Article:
3. In a large mixing bowl, beat the butter and brown sugar until light and fluffy, about 3 minutes. Add in the maple syrup and beat until smooth. Add the egg and completely incorporate it into the batter. Gradually add the flour, baking powder, spices, salt, and finely processed almonds. Stir in the milk until the batter is smooth.
  4. Divide the batter evenly between the prepared pans and bake for 20-25 minutes, or until a toothpick inserted into the center comes out with moist crumbs. Cool the layers in the pans for 10 minutes before transferring to a cooling rack to cool completely.
Maple Syrup Frosting
  1. Place the egg whites and sugars into a heatproof bowl set over a pan of simmer water (or a double boiler). Use a whisk to beat the mixture until it reaches 150 degrees F (65 degrees C), or until the sugar crystals have dissolved and do not feel grainy when rubbed between your fingers. Remove from heat and add the maple syrup.
  2. In a large mixing bowl, beat the meringue until the mixture is cool and thick and forms glossy, stiff peaks, about 5-7 minutes. Add room temperature butter a small amount at a time. Continue beating frosting 3-5 minutes after all butter has been added.
To Assemble
  1. Place first layer on a serving plate. Spoon frosting into a pastry bag. Using a star tip, pipe circles around the top of the cake, beginning at the outer edge and working inward. It's easier to see what you are doing if you start at the outer edge. If you want the cake to be higher, pipe an extra circle around the outer edge, on top of the previous circle of frosting.
  2. Place next layer on top and repeat the piped circles. Place the last layer on top, cut side down, and leave the exterior unfrosted. Garnish with gold sprinkles, if desired.

 

Kristin Rosenau

Kristin Rosenau is a baker and science teacher with a serious sweet tooth. She began an affair with butter and sugar fresh out of college and her love for baking has only matured since. The voice behind the blog Pastry Affair, Kristin develops recipes for the home cook, combining classic recipes and homespun flavors with a dash of honesty.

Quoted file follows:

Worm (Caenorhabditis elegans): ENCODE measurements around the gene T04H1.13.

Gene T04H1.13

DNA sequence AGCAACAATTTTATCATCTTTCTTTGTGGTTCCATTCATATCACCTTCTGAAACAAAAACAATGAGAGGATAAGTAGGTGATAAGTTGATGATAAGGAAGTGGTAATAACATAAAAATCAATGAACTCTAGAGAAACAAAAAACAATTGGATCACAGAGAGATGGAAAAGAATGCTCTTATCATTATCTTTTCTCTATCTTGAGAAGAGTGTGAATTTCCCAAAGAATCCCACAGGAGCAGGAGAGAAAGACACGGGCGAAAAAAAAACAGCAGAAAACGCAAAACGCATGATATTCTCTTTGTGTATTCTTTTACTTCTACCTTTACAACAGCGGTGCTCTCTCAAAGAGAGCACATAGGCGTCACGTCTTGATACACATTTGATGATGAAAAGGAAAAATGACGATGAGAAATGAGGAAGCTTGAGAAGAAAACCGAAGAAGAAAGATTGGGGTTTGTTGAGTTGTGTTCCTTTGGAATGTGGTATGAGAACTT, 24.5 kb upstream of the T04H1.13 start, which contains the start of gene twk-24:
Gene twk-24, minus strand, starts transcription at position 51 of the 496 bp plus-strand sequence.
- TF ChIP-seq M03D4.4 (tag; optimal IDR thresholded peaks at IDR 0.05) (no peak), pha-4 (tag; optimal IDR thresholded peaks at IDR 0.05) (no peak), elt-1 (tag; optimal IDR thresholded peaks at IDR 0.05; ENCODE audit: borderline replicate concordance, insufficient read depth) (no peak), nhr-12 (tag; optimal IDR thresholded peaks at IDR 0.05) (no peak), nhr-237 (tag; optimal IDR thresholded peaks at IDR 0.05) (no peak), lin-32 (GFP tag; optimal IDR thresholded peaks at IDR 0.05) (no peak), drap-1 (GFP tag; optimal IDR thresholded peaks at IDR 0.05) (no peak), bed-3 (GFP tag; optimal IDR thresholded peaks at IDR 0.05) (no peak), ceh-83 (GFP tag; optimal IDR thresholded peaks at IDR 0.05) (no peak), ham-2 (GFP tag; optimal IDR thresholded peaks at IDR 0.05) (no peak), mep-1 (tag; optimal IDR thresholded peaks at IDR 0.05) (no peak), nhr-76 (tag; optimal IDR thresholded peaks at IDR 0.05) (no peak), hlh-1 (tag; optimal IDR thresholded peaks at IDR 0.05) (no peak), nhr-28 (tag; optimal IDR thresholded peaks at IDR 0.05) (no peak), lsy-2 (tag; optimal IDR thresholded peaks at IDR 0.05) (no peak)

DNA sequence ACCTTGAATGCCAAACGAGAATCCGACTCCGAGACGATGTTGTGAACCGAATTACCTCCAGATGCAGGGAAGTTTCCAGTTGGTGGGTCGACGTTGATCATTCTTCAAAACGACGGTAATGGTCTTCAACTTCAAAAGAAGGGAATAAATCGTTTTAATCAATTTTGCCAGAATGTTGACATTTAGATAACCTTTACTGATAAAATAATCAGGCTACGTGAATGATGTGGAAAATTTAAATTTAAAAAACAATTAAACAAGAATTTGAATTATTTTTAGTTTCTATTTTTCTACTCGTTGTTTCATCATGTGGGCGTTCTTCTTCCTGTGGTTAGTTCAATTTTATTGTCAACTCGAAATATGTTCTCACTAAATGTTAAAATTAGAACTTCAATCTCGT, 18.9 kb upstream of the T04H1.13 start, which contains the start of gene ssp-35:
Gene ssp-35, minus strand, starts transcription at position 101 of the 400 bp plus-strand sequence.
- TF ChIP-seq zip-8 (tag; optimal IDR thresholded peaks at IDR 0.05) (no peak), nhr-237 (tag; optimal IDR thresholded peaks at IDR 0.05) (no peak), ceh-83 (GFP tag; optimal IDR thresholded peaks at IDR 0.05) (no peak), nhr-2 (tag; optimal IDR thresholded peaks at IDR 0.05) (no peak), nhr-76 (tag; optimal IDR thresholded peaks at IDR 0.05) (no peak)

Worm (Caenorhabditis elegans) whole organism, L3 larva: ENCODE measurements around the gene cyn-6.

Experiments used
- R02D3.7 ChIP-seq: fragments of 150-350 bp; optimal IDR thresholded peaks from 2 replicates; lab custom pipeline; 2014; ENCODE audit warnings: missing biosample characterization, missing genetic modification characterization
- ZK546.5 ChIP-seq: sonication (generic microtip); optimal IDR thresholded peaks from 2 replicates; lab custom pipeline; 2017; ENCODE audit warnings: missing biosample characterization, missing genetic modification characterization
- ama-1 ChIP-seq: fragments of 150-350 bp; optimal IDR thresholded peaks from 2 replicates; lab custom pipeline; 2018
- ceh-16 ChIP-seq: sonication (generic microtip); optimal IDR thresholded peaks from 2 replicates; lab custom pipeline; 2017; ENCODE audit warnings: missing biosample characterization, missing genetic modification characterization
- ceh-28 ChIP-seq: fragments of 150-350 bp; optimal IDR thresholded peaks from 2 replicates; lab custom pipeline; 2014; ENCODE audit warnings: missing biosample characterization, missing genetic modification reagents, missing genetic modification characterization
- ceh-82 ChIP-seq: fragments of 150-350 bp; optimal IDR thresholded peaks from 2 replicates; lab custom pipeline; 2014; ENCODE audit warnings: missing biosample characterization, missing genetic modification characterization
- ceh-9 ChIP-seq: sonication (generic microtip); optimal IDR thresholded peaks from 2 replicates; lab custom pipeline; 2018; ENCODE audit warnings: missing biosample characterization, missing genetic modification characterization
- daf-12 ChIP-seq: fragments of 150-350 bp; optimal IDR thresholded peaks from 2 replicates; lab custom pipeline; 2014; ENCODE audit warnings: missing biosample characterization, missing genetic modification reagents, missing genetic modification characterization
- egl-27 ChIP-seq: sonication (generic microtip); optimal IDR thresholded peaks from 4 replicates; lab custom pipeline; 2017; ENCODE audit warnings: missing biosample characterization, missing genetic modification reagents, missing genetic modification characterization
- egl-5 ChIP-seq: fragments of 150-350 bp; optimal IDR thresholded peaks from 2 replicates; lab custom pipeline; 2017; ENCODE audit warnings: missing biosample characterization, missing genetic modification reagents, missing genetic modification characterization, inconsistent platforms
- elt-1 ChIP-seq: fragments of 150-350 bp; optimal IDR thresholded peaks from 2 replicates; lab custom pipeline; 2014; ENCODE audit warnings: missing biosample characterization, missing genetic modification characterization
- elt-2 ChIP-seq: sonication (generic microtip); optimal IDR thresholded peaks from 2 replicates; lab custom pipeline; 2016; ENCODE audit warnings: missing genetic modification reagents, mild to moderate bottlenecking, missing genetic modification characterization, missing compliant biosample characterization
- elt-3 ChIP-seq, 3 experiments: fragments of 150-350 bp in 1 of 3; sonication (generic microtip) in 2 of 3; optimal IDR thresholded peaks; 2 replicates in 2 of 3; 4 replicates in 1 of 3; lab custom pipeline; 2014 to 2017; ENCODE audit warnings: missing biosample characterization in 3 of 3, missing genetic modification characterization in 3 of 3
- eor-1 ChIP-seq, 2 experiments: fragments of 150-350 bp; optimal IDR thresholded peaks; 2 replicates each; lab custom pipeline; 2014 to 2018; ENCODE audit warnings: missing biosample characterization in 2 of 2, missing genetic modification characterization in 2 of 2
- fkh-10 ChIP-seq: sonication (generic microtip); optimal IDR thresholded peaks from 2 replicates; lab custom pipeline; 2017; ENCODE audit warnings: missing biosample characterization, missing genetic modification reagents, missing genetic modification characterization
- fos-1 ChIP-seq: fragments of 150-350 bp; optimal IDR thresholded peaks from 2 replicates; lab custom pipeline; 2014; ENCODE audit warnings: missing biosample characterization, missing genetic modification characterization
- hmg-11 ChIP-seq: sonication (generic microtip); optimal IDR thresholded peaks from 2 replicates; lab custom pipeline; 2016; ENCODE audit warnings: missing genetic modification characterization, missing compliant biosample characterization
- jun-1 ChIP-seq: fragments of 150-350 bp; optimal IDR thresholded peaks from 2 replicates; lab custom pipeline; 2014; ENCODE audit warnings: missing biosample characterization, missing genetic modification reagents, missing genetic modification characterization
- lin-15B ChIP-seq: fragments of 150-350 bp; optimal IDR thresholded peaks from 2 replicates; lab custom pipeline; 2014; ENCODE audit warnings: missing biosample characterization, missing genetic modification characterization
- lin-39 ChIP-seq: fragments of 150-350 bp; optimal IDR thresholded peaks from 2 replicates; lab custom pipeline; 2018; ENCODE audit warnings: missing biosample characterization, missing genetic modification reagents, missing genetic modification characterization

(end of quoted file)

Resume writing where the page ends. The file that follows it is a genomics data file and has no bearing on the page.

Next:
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4 Comments
  1. A friend asked me to make something with almonds and maple syrup for dessert, and I came across this recipe. My cakes were delicious — a little thin, as I used 9″ pans, but the flavor was great. My frosting, however, was a mess. It was the consistency of melted ice cream, despite the fact that my meringue was gorgeous. It went bad as soon as I started adding the butter. Where did I go wrong?

    The good news is that I was able to thicken the frosting enough to still use it and it soaked into the cake a little, which was great as it was a teeeeensy dry to begin with. Overall, we thought the cake was delicious, but I would love to work out whatever kink resulted in soupy frosting.

    1. Hi there, I have found that with meringue frostings they often break before they come together if the two components are of a different temperature. I either just keep whipping it and it will emulsify eventually or place the soupy/broken frosting in the fridge so it can come to the same temperature and then whip it again to bring it together so it is nice and fluffy. Happy baking!

      1. Thank you so much for your response! My father-in-law ended up loving this cake more than any other cake ever, so I’m making it again today for him. I’ll try your tips for getting the frosting to hold up. Thanks again for taking the time to respond!